What are the initial steps in the diagnosis of Sturge-Weber syndrome (SWS)?

Updated: Dec 26, 2018
  • Author: Masanori Takeoka, MD; Chief Editor: George I Jallo, MD  more...
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As soon as Sturge-Weber syndrome (SWS) is first suspected or documented, a complete ophthalmologic evaluation is essential to rule out glaucoma, since the infant's eye is damaged quickly by increased intraocular pressure (IOP).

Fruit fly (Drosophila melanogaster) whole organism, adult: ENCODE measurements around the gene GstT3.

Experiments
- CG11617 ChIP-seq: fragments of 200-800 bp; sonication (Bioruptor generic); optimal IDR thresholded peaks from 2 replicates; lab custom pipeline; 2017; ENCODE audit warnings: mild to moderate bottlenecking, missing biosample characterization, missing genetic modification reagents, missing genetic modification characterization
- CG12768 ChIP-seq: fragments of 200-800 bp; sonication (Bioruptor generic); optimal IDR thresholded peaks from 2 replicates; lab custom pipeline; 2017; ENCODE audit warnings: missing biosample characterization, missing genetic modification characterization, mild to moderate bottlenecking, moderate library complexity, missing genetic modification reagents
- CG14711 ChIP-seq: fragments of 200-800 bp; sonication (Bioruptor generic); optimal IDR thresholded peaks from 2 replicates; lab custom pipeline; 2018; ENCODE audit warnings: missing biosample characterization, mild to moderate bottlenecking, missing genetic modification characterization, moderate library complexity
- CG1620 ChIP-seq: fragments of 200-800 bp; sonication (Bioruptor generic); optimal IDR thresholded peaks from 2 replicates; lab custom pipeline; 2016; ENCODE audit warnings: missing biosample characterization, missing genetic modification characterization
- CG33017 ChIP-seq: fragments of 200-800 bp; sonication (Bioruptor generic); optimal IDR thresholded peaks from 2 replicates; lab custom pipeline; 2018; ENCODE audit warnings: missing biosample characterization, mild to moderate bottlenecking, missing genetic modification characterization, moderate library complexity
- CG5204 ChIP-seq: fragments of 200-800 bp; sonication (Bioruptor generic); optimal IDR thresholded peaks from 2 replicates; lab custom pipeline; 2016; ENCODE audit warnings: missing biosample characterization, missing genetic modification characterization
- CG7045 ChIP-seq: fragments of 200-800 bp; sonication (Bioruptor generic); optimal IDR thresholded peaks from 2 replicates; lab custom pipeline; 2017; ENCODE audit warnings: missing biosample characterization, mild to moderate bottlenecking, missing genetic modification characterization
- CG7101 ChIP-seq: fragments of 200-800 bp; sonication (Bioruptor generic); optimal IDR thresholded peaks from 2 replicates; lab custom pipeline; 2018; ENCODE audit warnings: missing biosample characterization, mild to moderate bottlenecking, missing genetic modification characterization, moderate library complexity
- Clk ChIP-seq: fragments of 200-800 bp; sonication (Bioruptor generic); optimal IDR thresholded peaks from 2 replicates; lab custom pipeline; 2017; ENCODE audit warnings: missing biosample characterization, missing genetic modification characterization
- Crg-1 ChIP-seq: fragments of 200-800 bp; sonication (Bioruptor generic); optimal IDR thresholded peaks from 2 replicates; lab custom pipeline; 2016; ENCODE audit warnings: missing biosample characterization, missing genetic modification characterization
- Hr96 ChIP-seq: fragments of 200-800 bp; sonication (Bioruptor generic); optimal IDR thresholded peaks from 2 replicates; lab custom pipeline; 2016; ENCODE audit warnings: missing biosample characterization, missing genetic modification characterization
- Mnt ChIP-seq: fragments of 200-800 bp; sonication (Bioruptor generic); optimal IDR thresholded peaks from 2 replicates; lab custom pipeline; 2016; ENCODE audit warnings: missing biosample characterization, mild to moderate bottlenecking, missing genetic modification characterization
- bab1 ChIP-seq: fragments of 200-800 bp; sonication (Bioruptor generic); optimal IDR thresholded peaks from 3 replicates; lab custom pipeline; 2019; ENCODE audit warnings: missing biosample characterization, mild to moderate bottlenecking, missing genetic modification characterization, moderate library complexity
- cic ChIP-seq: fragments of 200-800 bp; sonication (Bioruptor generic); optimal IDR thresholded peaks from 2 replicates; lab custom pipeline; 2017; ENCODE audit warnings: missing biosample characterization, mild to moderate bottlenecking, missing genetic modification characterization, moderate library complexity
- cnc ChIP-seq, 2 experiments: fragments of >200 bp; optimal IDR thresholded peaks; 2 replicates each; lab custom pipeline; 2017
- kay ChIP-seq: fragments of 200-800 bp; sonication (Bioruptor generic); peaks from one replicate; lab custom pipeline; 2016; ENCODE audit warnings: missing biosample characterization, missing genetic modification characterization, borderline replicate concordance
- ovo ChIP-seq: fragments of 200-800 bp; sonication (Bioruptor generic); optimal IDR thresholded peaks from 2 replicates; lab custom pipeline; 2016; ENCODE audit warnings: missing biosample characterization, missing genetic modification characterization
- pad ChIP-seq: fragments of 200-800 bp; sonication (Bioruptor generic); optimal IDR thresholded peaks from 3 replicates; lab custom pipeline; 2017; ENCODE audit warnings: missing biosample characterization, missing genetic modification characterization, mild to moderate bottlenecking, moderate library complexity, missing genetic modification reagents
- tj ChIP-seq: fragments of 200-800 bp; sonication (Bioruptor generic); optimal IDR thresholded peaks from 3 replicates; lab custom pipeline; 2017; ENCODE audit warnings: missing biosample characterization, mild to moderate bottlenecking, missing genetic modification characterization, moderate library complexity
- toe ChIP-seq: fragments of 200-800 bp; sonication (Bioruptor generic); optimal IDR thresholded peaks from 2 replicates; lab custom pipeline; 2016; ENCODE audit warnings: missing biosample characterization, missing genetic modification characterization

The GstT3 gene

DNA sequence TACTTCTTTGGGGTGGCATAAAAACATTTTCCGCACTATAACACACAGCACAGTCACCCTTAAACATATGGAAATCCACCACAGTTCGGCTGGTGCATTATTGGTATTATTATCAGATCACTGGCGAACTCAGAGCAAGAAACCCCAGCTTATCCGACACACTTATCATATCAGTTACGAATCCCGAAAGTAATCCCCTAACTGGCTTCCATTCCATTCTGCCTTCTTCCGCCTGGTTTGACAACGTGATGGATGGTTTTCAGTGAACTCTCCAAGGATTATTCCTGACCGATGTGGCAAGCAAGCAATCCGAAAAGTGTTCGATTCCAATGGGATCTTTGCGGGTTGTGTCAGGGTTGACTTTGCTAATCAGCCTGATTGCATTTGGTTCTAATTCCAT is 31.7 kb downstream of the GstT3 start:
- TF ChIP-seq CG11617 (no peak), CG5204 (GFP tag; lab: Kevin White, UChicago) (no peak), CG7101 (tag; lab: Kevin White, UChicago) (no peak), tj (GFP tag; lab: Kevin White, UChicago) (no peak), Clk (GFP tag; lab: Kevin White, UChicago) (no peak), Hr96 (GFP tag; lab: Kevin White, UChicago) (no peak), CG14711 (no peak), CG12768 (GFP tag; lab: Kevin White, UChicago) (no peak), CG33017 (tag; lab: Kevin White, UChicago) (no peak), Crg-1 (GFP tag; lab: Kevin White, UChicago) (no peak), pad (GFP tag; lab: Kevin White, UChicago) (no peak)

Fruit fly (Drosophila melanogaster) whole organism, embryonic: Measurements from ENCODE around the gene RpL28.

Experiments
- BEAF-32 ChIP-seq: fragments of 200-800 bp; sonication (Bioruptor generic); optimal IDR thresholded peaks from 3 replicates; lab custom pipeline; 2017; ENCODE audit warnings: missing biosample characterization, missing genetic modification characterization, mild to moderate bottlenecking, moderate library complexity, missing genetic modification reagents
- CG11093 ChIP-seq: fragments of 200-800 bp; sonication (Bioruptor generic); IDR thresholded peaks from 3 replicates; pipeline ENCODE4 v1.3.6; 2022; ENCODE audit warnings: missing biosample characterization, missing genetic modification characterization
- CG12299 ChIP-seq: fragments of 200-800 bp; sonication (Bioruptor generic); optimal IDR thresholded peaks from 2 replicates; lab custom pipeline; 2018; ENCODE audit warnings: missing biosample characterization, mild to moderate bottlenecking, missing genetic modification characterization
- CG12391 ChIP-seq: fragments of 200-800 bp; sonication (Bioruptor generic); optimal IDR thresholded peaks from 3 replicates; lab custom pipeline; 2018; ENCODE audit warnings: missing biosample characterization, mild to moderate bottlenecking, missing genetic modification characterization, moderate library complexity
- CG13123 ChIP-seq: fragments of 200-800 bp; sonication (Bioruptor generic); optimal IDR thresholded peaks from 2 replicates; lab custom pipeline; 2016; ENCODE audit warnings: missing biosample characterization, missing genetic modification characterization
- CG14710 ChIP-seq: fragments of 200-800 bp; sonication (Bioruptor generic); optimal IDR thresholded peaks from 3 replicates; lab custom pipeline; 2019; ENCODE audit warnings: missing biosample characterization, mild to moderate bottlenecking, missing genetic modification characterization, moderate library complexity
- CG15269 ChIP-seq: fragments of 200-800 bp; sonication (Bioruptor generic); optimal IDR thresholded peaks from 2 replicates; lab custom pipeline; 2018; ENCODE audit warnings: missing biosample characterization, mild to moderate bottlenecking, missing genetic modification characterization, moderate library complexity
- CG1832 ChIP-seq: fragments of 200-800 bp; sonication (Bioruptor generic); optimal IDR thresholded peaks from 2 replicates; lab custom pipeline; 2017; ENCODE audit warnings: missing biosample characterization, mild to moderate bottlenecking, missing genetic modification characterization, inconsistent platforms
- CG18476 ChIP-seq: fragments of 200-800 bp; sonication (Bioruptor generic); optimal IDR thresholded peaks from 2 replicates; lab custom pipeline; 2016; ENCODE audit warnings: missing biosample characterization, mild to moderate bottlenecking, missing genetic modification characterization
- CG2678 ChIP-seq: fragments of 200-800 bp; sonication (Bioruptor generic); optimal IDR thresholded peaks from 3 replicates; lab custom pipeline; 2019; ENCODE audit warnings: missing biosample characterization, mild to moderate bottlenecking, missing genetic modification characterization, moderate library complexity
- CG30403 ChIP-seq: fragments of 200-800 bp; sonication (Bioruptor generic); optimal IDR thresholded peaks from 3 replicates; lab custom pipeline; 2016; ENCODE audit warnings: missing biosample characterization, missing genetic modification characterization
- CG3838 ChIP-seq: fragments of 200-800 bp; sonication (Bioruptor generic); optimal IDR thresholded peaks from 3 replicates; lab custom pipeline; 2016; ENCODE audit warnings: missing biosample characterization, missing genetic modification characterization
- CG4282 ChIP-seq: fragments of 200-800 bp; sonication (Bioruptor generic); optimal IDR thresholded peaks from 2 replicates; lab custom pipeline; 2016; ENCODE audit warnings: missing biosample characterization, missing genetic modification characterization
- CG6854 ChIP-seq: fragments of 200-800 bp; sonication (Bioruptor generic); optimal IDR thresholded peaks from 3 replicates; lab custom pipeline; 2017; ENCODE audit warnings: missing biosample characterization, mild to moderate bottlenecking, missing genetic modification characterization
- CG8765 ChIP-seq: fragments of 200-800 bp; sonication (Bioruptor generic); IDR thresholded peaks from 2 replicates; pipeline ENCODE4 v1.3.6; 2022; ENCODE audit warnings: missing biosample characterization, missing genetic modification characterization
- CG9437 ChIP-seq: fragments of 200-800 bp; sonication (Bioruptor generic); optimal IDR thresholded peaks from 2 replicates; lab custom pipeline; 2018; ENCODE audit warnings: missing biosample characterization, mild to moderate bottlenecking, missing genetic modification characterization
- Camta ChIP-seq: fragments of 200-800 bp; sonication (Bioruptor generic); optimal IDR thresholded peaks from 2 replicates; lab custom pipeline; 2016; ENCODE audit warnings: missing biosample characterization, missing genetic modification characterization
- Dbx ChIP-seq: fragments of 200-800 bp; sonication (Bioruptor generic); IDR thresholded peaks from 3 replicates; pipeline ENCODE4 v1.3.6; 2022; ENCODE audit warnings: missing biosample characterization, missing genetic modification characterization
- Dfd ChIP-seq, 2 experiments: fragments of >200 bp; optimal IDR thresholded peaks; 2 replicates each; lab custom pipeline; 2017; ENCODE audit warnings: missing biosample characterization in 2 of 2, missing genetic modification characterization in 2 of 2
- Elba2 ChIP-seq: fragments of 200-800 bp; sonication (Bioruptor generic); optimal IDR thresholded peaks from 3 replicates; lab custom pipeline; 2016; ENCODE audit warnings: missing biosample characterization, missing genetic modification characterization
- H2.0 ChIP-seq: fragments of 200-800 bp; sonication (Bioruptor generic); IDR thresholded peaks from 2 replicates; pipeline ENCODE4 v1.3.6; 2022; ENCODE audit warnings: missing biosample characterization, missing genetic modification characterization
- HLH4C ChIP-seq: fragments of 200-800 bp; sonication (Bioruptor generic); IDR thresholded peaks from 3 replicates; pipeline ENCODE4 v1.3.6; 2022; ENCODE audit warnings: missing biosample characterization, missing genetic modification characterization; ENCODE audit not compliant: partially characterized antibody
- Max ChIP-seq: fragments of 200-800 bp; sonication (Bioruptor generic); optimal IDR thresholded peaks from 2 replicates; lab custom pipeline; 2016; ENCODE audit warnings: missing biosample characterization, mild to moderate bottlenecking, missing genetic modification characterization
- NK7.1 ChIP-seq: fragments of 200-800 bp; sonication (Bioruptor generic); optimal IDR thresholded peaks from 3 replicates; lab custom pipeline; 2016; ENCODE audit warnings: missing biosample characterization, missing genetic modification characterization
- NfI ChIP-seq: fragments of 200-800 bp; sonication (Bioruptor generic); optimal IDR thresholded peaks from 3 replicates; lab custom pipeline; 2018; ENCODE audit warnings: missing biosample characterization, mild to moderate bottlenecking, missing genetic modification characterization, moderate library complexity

In young patients, examination under anesthesia or deep sedation is necessary to confirm the diagnosis of glaucoma. Careful assessment in each eye of IOP, corneal diameter, cycloplegic refraction, axial length, and optic nerve cupping, as well as gonioscopic examination, is mandatory.

Cerebrospinal fluid (CSF) protein may be elevated, presumably secondary to microhemorrhage. Note that a major intracranial hemorrhage itself is rare in SWS, although microhemorrhage may be common.

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